According to the most recent IMDB rating – it looks like I’m not the only one who thinks the show could use some off-season work:
FULL DISCLOSURE: Along with my producers on the “Legacy of Arrow Development” roller coaster documentary: Nicholas Laschkewitsch and Robert Ingle, we’re still looking for a partner on our own amusement park travel program, of which you can find our teaser trailer conveniently located below:
No wonder Travel Channel never called me back after my audition for “Travel Channel Star” back in February…this show was already in development…
BOTTOM LINE: Drop the POV segments from the show and expand the host’s time on screen – and you have the rare opportunity to have a “coaster show” that lasts longer than two seasons.
With the exception of wooden roller coasters, most of today’s state of the art thrill rides are designed by European firms. But in the 1960’s, Northern California-based Arrow Development was the company that parks around the world came to for the latest in steel coaster innovation.
Last month, a small crew of volunteers from American Coaster Enthusiasts (ACE) Worldwide, Inc. crisscrossed the country to tell the story of an American manufacturing legend that entertained millions. The team visited amusement and theme parks with prominent Arrow rides, including: Six Flags Over Texas, Cedar Point, Kennywood, Busch Gardens Williamsburg, Lagoon Park and Silverwood Theme Park.
Nicholas Laschkewitsch is the Video Promotions Coordinator for American Coaster Enthusiasts:
“The story of Arrow is the story of the American dream,” said Laschkewitsch. “Four steel workers quit their jobs to form their own company in a car garage and quite literally, turned the world upside down.”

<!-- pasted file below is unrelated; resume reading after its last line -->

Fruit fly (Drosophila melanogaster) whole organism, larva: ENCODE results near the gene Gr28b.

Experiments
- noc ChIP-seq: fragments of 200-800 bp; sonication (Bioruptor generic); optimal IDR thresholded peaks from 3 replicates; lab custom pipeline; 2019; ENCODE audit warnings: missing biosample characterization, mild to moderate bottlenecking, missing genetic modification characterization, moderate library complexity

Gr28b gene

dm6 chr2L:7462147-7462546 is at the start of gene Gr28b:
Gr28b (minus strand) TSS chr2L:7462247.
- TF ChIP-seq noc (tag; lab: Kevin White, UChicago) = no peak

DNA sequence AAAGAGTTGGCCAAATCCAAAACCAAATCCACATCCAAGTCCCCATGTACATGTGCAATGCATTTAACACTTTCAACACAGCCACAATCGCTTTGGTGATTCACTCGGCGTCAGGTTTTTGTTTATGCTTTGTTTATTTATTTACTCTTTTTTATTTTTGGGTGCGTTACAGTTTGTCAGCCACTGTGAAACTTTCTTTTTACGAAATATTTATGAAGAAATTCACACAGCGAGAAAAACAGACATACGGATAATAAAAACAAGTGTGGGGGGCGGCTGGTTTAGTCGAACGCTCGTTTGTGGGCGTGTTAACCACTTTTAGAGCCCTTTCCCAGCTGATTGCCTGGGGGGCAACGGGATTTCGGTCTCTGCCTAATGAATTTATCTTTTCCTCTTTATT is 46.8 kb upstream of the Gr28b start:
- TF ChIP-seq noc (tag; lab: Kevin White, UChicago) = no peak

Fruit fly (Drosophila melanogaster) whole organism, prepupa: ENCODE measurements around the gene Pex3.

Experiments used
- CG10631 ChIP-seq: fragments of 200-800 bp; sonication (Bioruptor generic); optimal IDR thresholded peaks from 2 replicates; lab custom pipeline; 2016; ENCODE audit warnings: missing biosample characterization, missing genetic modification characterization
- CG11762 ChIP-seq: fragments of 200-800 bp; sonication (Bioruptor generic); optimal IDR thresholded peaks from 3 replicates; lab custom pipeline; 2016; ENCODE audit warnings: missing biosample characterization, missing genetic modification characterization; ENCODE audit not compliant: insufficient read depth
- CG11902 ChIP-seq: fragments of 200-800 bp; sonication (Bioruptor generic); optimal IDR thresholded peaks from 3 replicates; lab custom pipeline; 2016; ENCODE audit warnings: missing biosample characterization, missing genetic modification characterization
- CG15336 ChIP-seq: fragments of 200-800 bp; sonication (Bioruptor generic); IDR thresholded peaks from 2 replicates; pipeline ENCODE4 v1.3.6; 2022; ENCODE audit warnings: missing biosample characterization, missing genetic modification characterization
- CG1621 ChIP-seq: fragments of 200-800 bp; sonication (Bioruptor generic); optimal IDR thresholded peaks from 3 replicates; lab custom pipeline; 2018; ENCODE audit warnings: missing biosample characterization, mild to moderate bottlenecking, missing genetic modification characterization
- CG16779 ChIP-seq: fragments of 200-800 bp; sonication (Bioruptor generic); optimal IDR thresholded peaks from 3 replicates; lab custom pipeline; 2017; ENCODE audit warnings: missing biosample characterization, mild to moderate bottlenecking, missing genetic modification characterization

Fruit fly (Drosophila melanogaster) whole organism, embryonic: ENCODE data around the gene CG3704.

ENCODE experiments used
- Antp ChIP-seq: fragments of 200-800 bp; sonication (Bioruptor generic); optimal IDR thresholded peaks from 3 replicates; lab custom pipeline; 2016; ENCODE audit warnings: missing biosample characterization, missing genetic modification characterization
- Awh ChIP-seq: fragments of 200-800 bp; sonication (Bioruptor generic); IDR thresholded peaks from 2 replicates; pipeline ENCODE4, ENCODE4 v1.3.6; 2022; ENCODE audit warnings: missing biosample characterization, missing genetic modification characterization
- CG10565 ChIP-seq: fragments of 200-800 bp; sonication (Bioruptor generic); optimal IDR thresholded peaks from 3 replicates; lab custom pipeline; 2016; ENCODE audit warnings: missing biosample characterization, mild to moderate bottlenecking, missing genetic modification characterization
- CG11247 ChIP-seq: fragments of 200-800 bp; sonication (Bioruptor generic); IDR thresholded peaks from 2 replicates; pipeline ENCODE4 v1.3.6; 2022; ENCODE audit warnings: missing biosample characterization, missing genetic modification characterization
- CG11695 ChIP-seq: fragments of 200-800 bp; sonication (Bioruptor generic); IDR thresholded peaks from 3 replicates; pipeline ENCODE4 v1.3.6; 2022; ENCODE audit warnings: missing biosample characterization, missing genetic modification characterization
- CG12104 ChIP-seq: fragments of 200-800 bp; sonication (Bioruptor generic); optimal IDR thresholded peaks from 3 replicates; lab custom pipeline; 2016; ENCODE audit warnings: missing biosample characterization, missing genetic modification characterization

Kris Rowberry is the Executive Producer, as well as the host of “The Lost Parks of Northern California”:
“Everyone knows Silicon Valley as a hotbed for technological innovations,” said Rowberry. “But few know that the valley that gave us Google and iPhones also spawned the world’s first log flume and corkscrew roller coaster. It truly is a forgotten piece of our national history.”
Robert Ingle is a Producer on the film as well as a Photographer:
“This project will literally bring history to life, as well as preserve it for generations to come.”
The public is welcome to join the team on the journey by following American Coaster Enthusiasts on social media or by using the #RideWithACE and #LegacyofArrow hashtags. Fans can also visit: my.aceonline.org/arrow
About ACE: Founded in 1978, ACE is a non-profit, volunteer organization dedicated to the preservation, promotion, appreciation and safe enjoyment of roller coasters. With more than 5,000 members across the globe, ACE is the largest amusement park enthusiast organization in the world. In addition, numerous television outlets such as the Travel Channel have prominently featured ACE and it’s members.
We are exactly ONE WEEK away from our biggest announcement EVER!
Have you figured out all the clues? Tell us on social media what you think the big announcement will be and be sure to come here at 2:43pm on 3/14/15 to find out what all the fuss is about…